In 2010 Jennifer Adkins authored the ROCIC (Regional Organized Crime Information Center) publication “Hydrogen Sulfide Suicide” Latest Technique Hazardous to First Responders and the Public. In the paper she noted that H2S can pose other problems for the law enforcement community when it is used in populated places such as an apartment building. In one incident in Japan a young girl killed herself in her apartment using H2S resulting in 90 other occupants of the building becoming sick from the gas as it dissipated throughout the building. H2S has even become a terrorist concern. Though no incidents of a pending terrorist attack using H2S, the “Mujahideen Poisons Handbook” by Abdel-Aziz describes how to make H2S gas.

Hydrogen sulfide classified as a “broad spectrum” poison that affects several systems within the human body. It is five times more toxic than carbon monoxide and is similar in nature to Hydrogen Cyanide in that it bonds with iron and prevents cellular respiration. Not only is it a toxic gas it is heavier than air and highly flammable. H2S can be ignited at only 260C/500F, to put that in perspective a cigarette burns at 649C/1200F! When H2S is mixed with air (i.e. opening the car door) the gas has the ability to spread a long distance and could be ignited causing a flashback. Although H2S has a distinct “rotten egg” smell, high concentrations can cause olfactory fatigue and you can lose your ability to smell. Unfortunately there is no proven antidote for H2S poisoning current treatments consist of support to respiratory and cardiovascular functions. Low exposure to H2S is not likely to cause any long term health issues, but moderate and serious exposure may cause residual problems such as respiratory issues but serious exposure that results in coma or convulsion may damage the heart and brain.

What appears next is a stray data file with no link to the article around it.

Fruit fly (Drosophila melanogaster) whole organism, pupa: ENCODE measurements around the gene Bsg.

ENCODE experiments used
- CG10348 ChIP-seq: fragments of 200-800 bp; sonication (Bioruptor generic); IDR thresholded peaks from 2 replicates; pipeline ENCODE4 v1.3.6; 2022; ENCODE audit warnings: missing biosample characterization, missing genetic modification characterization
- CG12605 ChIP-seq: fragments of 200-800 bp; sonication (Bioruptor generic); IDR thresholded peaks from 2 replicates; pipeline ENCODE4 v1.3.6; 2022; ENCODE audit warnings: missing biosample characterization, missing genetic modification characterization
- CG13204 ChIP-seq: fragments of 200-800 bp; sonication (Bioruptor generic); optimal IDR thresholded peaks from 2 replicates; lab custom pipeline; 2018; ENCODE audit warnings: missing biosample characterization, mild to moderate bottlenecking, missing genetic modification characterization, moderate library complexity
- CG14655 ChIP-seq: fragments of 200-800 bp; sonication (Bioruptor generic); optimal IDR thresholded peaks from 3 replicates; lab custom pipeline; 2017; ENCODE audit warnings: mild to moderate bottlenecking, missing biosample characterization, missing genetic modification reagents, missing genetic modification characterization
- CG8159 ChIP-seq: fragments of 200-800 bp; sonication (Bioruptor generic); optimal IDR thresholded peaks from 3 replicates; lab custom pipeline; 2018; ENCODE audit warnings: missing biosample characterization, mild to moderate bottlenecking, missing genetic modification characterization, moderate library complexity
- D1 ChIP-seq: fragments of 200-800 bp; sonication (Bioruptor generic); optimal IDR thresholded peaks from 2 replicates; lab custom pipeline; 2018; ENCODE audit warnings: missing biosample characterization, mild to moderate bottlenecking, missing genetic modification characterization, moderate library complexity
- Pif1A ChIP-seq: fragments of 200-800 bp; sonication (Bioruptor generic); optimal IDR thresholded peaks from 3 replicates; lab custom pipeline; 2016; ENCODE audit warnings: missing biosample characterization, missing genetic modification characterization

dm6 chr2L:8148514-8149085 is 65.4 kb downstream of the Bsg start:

Hydrogen sulfide can easily be made by mixing commonly found chemicals located under many kitchen sink’s. The two primary ingredients’ are an acid based product (Toilet bowl cleansers, acidic based drain cleaners or acids such as muriatic or sulfuric) and sulfur based compound (detergents, pesticides) and when combined they produce H2S. Low concentrations (0 -10 ppm) will cause irritation of the eyes, nose and throat, moderate concentrations (10-50 ppm) will cause headaches, dizziness, coughing and breathing difficulties nausea and vomiting and if the concentration is high (50-100 ppm) the gas can cause severe eye damage, at 100–150 ppm the olfactory nerve is paralyzed, and the sense of smell disappears. At 320 -530 ppm will cause a pulmonary edema (fluid on the lungs) and the loss of breathing function. At 800 ppm 50% of humans will die within 5 minutes of exposure and at concentrations of over 1000 ppm it will cause an immediate collapse and loss of breathing, after only one breath.